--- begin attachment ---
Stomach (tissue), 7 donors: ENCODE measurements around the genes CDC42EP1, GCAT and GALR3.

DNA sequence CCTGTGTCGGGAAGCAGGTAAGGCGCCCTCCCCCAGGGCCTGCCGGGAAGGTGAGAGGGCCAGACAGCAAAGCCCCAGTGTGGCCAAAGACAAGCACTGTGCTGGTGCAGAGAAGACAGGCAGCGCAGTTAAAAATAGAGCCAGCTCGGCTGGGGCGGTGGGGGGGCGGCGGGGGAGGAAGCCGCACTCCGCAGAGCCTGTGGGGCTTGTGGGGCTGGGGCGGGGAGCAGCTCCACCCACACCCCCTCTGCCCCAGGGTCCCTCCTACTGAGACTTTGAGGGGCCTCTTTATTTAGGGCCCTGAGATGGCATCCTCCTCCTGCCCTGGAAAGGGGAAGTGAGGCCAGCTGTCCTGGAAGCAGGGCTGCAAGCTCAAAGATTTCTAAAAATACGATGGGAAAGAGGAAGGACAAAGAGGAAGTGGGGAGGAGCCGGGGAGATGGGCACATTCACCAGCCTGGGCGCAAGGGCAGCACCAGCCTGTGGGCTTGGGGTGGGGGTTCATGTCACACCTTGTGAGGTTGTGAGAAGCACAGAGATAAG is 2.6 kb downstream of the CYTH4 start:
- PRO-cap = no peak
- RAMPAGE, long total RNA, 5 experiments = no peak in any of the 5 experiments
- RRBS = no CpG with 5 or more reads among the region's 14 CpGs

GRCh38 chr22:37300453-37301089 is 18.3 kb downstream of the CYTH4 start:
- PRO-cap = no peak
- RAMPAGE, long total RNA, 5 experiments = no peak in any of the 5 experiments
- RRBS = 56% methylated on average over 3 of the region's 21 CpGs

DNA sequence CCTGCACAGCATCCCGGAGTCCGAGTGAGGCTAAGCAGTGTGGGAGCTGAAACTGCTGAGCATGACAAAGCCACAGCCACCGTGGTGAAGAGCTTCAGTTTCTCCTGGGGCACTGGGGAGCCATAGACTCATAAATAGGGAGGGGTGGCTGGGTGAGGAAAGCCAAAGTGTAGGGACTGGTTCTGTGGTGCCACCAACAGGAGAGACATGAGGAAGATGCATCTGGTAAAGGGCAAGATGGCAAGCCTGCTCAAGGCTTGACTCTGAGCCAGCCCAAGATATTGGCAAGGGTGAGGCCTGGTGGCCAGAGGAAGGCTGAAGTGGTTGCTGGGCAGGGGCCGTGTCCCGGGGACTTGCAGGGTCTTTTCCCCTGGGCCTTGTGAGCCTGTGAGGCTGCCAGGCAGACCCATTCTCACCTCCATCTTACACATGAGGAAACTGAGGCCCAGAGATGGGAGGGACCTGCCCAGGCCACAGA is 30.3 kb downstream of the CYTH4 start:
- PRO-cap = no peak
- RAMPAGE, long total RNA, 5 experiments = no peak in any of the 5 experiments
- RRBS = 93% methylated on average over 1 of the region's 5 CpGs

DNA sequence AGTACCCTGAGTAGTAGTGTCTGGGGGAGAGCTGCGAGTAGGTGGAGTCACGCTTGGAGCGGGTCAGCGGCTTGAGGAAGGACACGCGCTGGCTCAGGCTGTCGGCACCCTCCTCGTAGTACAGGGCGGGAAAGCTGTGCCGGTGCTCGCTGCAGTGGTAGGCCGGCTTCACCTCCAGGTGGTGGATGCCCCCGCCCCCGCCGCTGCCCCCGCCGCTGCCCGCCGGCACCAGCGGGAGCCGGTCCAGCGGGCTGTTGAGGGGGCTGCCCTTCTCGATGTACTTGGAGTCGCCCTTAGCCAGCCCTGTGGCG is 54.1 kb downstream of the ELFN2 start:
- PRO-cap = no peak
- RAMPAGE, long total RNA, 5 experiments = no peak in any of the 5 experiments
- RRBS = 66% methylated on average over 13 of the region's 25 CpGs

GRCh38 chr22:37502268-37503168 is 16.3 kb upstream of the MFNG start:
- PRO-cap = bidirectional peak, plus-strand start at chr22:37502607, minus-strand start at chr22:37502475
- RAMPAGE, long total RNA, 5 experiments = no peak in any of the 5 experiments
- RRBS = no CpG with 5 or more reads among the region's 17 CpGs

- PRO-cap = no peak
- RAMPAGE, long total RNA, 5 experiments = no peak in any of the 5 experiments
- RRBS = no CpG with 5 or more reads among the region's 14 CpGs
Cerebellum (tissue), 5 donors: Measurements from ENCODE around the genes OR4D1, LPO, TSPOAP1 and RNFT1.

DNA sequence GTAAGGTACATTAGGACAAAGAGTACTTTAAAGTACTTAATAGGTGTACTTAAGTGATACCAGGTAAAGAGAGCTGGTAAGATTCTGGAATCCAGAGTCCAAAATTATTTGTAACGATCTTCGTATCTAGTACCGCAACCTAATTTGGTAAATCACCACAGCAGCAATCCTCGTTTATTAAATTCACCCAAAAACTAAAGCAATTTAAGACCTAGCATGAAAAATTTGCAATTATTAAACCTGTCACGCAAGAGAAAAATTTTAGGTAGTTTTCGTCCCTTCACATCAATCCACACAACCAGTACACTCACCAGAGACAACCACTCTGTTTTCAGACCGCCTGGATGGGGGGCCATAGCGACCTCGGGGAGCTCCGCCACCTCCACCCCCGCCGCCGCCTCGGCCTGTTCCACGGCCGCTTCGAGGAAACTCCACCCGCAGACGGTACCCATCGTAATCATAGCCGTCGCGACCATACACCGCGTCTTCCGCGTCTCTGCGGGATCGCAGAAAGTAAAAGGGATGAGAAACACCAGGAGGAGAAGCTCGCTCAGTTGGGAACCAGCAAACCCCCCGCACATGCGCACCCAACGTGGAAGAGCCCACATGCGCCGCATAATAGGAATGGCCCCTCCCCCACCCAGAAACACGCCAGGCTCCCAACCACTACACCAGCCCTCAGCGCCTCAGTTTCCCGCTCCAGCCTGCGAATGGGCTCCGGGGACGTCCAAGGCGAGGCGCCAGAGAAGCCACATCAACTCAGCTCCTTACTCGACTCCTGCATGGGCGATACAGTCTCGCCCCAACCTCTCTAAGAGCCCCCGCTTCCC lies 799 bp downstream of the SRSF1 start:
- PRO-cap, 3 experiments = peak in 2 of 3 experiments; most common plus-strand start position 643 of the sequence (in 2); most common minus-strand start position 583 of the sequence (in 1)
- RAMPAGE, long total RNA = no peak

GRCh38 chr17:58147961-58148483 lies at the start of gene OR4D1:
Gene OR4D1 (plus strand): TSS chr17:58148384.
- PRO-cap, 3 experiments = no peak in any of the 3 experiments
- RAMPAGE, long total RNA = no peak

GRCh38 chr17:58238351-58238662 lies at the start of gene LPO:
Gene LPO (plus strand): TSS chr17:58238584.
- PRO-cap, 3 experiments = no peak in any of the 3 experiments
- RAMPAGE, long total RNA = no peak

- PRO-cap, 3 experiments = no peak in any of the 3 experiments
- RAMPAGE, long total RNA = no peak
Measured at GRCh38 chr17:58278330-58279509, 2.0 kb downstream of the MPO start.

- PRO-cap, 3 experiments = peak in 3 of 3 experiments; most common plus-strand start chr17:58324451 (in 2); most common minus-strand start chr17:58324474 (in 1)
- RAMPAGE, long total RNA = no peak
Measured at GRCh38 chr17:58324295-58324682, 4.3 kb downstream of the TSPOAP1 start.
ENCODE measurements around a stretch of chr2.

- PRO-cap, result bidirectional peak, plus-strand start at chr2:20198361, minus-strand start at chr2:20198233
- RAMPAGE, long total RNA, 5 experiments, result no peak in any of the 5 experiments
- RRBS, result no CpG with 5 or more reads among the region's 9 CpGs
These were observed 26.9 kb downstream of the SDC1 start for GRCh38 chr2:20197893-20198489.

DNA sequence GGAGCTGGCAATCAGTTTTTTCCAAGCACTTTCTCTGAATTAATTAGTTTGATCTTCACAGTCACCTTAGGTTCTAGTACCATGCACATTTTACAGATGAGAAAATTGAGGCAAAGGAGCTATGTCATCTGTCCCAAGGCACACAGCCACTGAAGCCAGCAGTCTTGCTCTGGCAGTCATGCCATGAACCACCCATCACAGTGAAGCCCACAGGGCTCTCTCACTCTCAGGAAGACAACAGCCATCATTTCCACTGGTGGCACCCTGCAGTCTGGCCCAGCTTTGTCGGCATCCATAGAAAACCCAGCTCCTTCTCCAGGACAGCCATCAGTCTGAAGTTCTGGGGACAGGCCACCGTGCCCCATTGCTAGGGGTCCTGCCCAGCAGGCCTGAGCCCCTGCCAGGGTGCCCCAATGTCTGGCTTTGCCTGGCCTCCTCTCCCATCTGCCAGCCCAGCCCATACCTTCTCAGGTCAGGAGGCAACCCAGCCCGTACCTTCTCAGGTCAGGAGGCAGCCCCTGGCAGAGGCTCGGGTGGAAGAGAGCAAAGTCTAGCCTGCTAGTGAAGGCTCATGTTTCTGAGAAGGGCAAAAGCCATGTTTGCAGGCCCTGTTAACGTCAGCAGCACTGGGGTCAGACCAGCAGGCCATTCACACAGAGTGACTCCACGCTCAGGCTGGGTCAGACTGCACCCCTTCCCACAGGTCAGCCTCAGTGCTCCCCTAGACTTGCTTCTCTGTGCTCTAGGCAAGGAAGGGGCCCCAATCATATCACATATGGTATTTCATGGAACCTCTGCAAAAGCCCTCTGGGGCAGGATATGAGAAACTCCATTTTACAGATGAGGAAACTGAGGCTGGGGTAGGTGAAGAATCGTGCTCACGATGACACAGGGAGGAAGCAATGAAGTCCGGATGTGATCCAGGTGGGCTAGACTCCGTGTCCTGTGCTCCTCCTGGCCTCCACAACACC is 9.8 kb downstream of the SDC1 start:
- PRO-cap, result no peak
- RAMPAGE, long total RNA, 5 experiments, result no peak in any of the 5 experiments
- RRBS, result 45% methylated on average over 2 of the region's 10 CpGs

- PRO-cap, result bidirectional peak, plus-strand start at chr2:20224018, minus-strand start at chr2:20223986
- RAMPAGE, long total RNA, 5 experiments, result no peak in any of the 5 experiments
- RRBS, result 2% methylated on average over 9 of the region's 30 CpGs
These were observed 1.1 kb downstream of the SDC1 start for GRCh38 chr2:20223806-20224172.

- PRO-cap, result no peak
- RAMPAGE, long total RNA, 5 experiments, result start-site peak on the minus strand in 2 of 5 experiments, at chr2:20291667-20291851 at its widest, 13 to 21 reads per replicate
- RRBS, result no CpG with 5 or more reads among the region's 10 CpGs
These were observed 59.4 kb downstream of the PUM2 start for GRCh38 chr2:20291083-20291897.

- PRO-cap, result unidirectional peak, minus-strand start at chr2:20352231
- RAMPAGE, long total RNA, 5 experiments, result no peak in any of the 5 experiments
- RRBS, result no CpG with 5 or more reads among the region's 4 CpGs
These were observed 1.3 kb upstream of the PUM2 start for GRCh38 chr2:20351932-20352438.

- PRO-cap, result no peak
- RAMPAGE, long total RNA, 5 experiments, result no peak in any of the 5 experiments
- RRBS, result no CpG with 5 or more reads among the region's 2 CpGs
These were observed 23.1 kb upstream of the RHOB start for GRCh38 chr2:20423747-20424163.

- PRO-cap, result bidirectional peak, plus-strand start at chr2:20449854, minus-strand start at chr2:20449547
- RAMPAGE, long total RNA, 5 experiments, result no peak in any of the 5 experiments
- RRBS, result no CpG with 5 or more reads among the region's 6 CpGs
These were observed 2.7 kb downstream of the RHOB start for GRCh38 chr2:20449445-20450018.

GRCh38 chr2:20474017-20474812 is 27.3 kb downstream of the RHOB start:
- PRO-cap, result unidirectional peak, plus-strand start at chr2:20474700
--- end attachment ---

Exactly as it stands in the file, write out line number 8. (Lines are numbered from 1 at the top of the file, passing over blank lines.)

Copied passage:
- RAMPAGE, long total RNA, 5 experiments = no peak in any of the 5 experiments